Top Dogs, Southwark Playhouse, London

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The Independent Culture

I don't go quite as far as the aesthete Logan Pearsall Smith, who said, "I never read a book before reviewing it: it prejudices one so", but I have decided it's a bad idea to read the programme before the play. Look at the conclusion I might have jumped to from seeing that Urs Widmer, the Swiss author of Top Dogs, describes his plays as "full of humour, wit and esprit".

Dialogue Productions may have subjected its audience to 80 minutes of self-important inanity, but it has done wonders for my inferiority complex about the supposed greater sophistication of the Continent. This play, first staged in Zurich in 1996, won three German theatre awards the following year, including the critics' prize for the best new play. Yet there is not a minute's worth of novelty or surprise in Patricia Benecke's production, and not an instant of visual excitement or pleasure.

Four actors and two actresses, all in dark suits, introduce themselves by their real names, then begin playing their roles: Mary is the director of an executive retraining agency, and the others are her clients, all recently sacked. She puts them through a series of exercises designed to expose their weaknesses and then expunge them.

Some of these are brief and what the generous might call impressionistic. The unemployed call out names of big companies in tones of reverence or imminent orgasm. They walk back and forth, looking sillier and sillier, while Mary gives them suggestions on improving their posture.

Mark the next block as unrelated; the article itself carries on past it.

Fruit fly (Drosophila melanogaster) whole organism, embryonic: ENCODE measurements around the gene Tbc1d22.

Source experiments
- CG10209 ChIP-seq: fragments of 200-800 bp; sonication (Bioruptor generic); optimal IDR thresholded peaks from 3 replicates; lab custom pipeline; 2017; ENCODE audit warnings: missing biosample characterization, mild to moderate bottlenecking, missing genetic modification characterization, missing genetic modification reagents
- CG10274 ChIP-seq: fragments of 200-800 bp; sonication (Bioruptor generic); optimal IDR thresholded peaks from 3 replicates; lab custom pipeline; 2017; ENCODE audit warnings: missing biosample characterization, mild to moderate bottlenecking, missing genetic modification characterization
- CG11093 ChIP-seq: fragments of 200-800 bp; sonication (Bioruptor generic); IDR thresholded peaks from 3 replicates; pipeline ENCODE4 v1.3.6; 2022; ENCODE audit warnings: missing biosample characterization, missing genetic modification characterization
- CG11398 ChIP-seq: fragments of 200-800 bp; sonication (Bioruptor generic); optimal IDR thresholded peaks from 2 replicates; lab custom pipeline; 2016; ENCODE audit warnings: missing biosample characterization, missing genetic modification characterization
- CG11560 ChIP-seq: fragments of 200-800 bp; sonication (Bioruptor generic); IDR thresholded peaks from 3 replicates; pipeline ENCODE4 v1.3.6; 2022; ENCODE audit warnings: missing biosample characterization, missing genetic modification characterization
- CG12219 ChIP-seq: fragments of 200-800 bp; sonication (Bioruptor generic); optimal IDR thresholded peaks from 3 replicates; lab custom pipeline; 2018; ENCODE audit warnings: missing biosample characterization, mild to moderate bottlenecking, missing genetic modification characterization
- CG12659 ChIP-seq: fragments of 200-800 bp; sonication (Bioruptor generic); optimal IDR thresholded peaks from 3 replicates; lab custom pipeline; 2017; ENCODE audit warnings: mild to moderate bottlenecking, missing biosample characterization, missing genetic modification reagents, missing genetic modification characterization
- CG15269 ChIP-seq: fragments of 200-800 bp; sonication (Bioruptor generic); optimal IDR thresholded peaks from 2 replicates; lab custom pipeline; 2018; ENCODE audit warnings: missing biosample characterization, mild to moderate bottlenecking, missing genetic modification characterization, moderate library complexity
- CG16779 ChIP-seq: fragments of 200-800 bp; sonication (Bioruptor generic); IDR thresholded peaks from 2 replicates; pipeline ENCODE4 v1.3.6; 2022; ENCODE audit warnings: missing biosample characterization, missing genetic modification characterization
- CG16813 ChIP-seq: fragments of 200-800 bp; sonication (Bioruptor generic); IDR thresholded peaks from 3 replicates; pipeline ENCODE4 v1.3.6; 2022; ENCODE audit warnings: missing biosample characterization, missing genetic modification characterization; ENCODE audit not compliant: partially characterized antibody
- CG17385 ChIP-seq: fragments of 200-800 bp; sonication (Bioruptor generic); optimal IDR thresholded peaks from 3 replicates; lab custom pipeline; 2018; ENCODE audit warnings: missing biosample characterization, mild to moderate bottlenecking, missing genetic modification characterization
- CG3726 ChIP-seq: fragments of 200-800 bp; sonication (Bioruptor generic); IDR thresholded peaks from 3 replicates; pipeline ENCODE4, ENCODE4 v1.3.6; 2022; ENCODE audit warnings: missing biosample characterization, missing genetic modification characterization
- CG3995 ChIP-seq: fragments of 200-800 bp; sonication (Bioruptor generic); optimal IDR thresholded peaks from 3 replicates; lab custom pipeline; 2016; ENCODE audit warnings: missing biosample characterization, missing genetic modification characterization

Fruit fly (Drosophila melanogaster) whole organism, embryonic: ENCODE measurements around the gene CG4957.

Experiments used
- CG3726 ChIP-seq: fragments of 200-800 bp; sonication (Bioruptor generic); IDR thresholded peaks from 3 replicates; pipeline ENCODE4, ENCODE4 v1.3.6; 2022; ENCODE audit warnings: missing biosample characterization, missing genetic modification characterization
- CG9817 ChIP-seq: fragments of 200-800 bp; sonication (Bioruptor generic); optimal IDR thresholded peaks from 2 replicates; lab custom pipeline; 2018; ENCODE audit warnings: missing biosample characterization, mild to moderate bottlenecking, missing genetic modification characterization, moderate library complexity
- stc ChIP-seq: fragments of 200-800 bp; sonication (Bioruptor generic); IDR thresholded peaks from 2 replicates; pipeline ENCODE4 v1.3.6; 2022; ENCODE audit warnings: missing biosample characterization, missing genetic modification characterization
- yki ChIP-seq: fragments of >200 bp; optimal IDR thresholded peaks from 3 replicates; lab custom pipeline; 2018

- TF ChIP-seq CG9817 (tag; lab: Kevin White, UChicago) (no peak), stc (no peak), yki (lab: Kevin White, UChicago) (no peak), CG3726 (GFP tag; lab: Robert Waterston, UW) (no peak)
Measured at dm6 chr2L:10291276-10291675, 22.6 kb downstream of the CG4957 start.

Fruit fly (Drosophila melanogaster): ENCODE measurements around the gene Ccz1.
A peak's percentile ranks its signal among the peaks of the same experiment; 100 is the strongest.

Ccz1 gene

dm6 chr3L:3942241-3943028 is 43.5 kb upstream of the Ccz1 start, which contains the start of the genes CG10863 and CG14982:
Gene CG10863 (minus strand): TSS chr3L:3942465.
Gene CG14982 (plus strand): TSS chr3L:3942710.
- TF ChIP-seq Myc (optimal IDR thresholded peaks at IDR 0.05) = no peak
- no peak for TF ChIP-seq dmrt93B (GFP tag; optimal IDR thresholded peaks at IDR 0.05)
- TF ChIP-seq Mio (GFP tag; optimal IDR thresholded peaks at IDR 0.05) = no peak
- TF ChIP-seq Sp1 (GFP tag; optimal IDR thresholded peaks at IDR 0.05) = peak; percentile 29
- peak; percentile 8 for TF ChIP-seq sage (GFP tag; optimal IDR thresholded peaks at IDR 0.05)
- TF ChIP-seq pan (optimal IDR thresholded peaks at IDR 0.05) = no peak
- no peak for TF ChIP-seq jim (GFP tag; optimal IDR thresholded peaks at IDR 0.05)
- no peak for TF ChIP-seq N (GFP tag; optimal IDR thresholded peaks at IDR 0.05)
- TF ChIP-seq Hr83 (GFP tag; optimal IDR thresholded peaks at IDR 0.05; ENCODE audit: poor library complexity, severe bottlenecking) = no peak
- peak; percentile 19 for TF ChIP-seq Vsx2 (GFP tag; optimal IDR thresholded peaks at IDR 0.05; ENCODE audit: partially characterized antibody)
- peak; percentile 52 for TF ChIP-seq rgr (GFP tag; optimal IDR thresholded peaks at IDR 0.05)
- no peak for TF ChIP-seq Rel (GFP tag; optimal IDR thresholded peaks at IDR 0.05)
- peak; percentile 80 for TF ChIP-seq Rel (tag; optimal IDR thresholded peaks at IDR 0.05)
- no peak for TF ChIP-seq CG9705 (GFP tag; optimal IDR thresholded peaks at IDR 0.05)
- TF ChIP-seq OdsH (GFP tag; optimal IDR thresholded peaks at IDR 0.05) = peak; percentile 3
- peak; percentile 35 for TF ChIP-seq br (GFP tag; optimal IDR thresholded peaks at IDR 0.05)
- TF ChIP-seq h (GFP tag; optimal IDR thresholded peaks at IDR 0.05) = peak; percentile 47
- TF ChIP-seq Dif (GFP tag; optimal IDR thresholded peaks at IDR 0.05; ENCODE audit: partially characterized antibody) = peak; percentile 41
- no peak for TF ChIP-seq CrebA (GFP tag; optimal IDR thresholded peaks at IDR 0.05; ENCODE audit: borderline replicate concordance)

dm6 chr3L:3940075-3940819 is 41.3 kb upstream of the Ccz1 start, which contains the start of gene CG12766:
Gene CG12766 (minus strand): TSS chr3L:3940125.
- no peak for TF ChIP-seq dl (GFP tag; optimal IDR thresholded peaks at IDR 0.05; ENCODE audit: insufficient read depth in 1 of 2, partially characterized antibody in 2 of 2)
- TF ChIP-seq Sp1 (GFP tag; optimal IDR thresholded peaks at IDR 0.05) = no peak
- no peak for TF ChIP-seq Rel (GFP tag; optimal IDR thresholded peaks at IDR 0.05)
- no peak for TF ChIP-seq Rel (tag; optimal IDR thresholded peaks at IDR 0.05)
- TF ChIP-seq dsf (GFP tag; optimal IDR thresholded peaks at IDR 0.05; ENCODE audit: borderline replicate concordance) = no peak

Later, a man told to take the part of his boss tells himself off for being a failure not only at work but at home, and dissolves into tears. An unemployed man and his wife play each other and reveal their mutual contempt. Corporate heartlessness and marital tensions are, of course, still with us, but we might be watching material from a few decades ago, so bereft is the writing of present-day detail and insight.

What is noteworthy here is the strain of self-pity. In a sketch called "Utopia of Humanity", one of the men voices a hope for a world in which no one will be lonely or have nothing. Is he talking about the Africans with no food or clean water or protection from violent death? No, of the upper-middle-class man bereft of his Mercedes.

Utopia is close at hand, however, as another look at the programme shows. Incredibly, a career consultancy thought Top Dogs was a fine showcase. It can, its advert promises, show you how to "win your ideal job", "achieve your ambitions" and "enjoy work!". Thank goodness for programmes. Without them, we might never laugh at all.

To 20 September (020-7620 3494)